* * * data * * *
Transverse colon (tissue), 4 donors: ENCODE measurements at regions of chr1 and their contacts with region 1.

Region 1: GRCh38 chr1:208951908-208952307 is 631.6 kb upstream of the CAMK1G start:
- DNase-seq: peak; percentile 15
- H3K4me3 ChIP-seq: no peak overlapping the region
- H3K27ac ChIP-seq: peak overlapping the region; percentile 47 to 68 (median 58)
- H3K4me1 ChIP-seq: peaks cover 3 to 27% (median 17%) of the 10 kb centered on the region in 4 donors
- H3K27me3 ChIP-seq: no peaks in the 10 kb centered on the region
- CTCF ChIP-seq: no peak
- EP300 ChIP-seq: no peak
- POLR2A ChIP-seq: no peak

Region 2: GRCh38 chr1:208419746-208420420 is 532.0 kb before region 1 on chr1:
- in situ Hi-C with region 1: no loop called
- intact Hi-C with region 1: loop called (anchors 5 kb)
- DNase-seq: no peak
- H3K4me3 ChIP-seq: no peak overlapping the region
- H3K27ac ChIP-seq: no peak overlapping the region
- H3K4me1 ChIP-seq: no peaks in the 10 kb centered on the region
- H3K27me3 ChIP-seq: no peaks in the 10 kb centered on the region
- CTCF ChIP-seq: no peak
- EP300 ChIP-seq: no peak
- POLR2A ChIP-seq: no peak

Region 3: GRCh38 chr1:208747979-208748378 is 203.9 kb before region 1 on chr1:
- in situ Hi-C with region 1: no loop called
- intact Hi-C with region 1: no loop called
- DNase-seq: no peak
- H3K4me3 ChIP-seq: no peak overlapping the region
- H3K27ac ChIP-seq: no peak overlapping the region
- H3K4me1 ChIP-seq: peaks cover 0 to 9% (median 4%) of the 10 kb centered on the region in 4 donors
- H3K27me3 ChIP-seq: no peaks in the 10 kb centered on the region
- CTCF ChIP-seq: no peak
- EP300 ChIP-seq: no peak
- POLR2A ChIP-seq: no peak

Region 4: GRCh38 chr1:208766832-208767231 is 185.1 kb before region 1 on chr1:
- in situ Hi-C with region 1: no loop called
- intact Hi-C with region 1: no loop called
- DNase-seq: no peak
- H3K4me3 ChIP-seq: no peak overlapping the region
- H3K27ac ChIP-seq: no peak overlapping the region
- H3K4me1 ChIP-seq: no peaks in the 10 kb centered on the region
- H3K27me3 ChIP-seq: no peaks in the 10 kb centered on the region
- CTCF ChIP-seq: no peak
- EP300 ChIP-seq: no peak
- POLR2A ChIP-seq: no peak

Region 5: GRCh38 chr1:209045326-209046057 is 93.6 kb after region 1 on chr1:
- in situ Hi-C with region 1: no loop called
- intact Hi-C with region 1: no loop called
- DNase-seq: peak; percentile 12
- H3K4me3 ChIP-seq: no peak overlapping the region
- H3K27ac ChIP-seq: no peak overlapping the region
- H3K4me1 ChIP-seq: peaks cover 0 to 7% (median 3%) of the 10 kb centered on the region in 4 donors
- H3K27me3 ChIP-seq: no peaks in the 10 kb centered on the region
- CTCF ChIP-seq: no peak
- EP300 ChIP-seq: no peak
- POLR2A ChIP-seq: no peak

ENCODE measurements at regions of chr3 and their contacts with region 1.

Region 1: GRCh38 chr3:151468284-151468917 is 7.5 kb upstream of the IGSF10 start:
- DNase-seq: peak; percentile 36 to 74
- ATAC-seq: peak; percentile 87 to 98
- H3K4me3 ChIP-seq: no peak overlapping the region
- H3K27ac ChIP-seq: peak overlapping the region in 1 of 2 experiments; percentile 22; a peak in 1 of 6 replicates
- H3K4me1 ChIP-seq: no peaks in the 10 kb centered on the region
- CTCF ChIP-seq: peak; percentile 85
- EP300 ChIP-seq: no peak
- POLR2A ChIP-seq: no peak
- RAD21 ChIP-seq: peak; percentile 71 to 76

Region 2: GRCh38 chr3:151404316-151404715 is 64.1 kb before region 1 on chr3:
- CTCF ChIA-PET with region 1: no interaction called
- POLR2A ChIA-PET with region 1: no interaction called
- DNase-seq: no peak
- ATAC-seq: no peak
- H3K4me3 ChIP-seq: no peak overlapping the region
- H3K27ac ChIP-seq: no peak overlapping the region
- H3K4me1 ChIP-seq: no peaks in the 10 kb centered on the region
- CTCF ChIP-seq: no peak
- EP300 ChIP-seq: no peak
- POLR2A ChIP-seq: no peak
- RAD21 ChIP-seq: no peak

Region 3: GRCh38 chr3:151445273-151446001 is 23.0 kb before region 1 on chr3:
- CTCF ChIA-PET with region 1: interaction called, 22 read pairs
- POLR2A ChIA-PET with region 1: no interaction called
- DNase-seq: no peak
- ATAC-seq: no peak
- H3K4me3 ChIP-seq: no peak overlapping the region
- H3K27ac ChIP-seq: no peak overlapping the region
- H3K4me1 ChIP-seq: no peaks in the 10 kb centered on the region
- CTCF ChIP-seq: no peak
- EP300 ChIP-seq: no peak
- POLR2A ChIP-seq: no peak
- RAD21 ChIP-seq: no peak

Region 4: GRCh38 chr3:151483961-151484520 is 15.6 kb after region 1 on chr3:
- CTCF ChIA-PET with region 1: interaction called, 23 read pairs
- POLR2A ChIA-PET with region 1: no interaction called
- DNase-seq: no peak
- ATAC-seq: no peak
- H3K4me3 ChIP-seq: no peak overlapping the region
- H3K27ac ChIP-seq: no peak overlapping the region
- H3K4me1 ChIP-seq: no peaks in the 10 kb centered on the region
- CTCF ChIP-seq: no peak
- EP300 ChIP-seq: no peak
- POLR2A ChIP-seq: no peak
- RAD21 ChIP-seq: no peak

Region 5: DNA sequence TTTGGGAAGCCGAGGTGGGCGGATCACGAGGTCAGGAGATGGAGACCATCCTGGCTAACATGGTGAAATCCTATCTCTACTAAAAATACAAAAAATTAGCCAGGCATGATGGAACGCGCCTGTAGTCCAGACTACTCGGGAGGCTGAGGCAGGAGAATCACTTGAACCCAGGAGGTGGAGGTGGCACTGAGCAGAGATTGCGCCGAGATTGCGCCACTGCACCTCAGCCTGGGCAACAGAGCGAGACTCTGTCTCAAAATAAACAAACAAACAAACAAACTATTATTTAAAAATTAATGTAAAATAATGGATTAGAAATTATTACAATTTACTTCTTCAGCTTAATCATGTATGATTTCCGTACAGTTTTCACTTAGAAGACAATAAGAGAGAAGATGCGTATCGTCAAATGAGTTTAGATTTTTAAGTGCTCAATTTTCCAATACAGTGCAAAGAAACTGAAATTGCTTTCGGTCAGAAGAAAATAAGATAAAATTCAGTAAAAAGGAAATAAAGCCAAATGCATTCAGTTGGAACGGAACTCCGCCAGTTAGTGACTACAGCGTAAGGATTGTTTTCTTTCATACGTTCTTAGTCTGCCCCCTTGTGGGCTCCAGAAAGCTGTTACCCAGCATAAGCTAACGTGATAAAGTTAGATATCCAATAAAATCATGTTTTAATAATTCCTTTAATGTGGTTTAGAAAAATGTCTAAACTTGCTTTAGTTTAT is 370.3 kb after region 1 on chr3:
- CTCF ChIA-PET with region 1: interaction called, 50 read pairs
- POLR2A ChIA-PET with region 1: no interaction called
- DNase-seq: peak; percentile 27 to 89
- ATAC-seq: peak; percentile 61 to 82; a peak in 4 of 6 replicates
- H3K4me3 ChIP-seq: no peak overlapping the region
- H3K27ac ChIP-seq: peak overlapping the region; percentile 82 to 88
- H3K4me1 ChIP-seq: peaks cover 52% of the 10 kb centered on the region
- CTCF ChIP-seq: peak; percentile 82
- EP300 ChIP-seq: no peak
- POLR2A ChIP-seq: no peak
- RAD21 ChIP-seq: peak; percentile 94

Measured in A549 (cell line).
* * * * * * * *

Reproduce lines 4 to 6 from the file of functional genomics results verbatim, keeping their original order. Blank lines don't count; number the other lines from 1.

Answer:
- H3K4me3 ChIP-seq: no peak overlapping the region
- H3K27ac ChIP-seq: peak overlapping the region; percentile 47 to 68 (median 58)
- H3K4me1 ChIP-seq: peaks cover 3 to 27% (median 17%) of the 10 kb centered on the region in 4 donors